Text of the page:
The Immigrant Roots Behind Chicago-Style Hot Dogs

Sweet home Chicago! The Windy City is widely known for its rich history, its globally diverse culture, a stunning architectural skyline, its dozens of museums and endless number of entertainment venues, its triumphant sports teams, and its world-renowned cuisines. Some of the best foods you can enjoy in Chicago include deep-dish pizza, Italian beef sandwiches, Original Rainbow Cone ice cream, and by all means, its famous hot dogs!

The Chicago-style hot dog calls for a laundry list of toppings: a generous squirt of yellow mustard, sweet green pickle relish, chopped white onions, tomato wedges, a kosher dill pickle spear, hot sport peppers, and a dash of celery salt. All of these ingredients — no more, no less — are piled onto a boiled or grilled all-beef red hot nestled inside a steamed poppy seed bun. Whatever you do, always steer clear of ketchup. But why? Long story short, true Chicagoans staunchly believe that ketchup is too sweet of a condiment and essentially ruins the flavor of the frank and all the other saltier, more savory toppings.

Many cities across the country have their own specialty regional hot dogs. But where exactly did the esteemed Chicago dog originate? As with many American culinary staples, we have immigrants to thank for this signature fare.

The Chicago-style hot dog was created by German and Jewish immigrants

The first immigrant group to reach the United States en masse was the Germans, who introduced the nation to tubed meats, namely sausages, bratwurst, and hot dogs. In fact, approximately 25% of Chicago's population was either German-born or first-generation German-American by the end of the 19th century, and it has been estimated that nearly 36% of all Chicago butchers during that time frame were German, according to Thrillist. The popularity of the hot dog quickly swept the nation, as it was an affordable, convenient, filling, and portable meal enjoyed by consumers of various socioeconomic groups, particularly for the working class.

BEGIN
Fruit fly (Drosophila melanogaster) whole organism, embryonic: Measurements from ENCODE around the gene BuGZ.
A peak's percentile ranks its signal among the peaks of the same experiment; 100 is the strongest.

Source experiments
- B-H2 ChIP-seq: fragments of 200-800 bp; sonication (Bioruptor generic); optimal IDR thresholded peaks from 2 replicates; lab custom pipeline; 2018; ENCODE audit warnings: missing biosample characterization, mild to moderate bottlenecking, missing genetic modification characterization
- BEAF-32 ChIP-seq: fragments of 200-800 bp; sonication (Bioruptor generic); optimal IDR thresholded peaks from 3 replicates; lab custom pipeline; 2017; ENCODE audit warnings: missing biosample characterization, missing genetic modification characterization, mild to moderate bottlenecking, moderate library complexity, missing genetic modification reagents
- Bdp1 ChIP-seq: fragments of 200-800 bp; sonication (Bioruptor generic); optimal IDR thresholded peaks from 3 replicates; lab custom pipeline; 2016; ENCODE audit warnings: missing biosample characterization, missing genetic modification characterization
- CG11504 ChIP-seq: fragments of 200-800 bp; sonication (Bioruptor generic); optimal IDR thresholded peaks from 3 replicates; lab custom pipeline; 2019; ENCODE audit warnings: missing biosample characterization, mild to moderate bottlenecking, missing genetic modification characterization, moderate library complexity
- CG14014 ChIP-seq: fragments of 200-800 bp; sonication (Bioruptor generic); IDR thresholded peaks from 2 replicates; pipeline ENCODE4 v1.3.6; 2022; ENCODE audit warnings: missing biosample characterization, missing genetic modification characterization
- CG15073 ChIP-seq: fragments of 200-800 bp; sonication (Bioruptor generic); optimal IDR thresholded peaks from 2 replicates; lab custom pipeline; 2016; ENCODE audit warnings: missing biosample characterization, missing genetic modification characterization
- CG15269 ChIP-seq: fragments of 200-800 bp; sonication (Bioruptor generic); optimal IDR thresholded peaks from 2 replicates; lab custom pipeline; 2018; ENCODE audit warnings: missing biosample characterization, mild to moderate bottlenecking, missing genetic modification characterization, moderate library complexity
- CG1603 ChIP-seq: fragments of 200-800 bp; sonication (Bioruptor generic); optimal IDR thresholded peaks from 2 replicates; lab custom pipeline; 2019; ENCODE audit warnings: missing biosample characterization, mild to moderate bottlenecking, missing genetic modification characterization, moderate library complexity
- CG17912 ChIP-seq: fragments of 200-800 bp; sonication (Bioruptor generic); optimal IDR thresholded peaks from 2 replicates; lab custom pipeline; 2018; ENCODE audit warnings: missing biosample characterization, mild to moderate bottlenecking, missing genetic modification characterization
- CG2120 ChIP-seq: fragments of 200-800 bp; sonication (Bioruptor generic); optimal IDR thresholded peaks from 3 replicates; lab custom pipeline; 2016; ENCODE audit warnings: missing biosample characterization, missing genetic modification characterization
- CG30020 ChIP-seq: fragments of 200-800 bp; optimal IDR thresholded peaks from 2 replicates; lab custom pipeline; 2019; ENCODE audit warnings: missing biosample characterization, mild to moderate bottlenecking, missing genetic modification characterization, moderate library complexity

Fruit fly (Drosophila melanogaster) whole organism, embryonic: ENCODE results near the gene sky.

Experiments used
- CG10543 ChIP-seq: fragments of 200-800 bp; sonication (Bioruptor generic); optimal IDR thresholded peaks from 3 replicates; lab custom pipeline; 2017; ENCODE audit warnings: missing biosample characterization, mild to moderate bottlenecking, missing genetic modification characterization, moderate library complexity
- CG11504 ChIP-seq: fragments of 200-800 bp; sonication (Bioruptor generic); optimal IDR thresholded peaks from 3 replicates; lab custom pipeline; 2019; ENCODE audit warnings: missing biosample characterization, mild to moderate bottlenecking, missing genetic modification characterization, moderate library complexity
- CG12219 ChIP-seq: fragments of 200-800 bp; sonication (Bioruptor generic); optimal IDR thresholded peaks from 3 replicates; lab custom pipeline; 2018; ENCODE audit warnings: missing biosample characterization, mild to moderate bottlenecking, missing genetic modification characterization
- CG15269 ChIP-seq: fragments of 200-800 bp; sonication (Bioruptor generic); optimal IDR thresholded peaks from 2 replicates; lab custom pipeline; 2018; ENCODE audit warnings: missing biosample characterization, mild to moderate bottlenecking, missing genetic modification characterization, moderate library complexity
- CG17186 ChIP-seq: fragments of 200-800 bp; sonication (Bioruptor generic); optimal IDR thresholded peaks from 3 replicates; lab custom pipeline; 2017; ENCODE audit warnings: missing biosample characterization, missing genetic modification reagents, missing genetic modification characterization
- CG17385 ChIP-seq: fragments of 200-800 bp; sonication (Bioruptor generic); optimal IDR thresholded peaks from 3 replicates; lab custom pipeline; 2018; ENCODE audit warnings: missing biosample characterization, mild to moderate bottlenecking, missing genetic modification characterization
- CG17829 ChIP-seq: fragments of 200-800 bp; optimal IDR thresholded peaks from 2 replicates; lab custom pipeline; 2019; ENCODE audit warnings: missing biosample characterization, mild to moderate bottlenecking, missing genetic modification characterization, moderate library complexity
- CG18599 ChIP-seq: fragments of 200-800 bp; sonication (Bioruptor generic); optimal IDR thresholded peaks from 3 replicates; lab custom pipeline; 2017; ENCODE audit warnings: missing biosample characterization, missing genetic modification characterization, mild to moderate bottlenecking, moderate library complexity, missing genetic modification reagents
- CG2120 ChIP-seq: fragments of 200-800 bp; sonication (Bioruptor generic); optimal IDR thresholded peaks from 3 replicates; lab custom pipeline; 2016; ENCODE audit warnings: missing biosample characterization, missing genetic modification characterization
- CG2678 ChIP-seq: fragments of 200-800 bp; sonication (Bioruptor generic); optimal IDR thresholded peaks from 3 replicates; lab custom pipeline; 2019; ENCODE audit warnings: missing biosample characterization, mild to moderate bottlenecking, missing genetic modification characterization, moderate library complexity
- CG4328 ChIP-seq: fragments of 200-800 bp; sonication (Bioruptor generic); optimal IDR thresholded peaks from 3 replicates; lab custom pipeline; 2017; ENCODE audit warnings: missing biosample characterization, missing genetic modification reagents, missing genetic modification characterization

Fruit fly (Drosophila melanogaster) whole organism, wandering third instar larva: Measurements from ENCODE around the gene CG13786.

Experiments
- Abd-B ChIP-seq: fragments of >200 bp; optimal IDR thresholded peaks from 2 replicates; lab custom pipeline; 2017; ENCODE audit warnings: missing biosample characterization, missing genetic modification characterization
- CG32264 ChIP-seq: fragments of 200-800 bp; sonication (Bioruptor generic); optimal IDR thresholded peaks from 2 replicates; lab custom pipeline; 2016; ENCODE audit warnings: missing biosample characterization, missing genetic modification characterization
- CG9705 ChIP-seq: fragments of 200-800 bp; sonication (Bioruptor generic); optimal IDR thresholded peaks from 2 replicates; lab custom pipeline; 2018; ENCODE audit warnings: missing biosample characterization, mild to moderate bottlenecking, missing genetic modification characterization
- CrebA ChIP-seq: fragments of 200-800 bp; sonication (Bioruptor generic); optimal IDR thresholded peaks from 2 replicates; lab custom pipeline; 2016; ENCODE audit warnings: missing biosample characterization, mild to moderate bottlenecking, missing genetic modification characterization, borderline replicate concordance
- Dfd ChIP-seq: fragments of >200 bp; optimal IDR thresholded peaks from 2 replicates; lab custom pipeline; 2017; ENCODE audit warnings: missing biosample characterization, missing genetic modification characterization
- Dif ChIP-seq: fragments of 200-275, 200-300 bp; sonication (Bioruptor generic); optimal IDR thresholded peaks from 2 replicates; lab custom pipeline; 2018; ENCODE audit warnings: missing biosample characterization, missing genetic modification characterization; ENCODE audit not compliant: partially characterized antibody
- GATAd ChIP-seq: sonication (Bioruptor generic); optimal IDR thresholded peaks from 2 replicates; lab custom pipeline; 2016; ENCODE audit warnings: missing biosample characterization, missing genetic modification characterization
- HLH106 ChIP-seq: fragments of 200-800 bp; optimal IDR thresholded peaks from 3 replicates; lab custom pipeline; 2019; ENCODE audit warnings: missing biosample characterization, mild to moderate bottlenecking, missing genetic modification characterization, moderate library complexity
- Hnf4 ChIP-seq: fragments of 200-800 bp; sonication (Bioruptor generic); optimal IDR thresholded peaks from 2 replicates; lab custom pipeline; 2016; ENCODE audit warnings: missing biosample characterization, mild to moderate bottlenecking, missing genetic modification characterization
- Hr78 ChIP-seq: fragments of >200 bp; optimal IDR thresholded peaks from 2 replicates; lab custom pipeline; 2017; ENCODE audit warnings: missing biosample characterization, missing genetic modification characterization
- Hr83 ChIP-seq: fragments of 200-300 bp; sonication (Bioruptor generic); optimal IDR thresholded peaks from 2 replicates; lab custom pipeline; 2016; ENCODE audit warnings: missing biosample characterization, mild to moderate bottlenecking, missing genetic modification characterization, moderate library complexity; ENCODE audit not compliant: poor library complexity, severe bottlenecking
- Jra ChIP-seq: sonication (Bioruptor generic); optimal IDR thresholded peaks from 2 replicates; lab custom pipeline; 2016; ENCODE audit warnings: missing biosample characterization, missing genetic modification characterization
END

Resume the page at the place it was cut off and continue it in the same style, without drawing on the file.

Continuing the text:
At the time, Chicago was the meatpacking capital of the world and led the industrialization of food manufacturing. David Berg, the first hot dog brand in Chicago, was founded in 1860. Nationally acclaimed brands Armour and Oscar Mayer were established in 1867 and 1883, respectively. Soon after, several new Jewish immigrants from Germany took up jobs as hot dog street vendors to make a living for their families. The Jewish community, in fact, introduced the all-beef dogs to abide by their pork-free kosher diet, according to Forbes. Samuel Ladany and Emil Reichl, two Jewish immigrants from Austria-Hungary, opened their own business after noticing the skyrocketing popularity of this new variety. Vienna Beef, the best-selling brand to this day, was founded in 1893.

The Chicago-style hot dog proved to be such an icon that it was able to withstand economic downturns, including the Great Depression. During these trying times, vendors began topping their franks with various readily available vegetables to create a somewhat nutritious meal. As it turns out, the combination of sport peppers, mustard, pickle, relish, onion, tomato, and celery salt was the crowd favorite.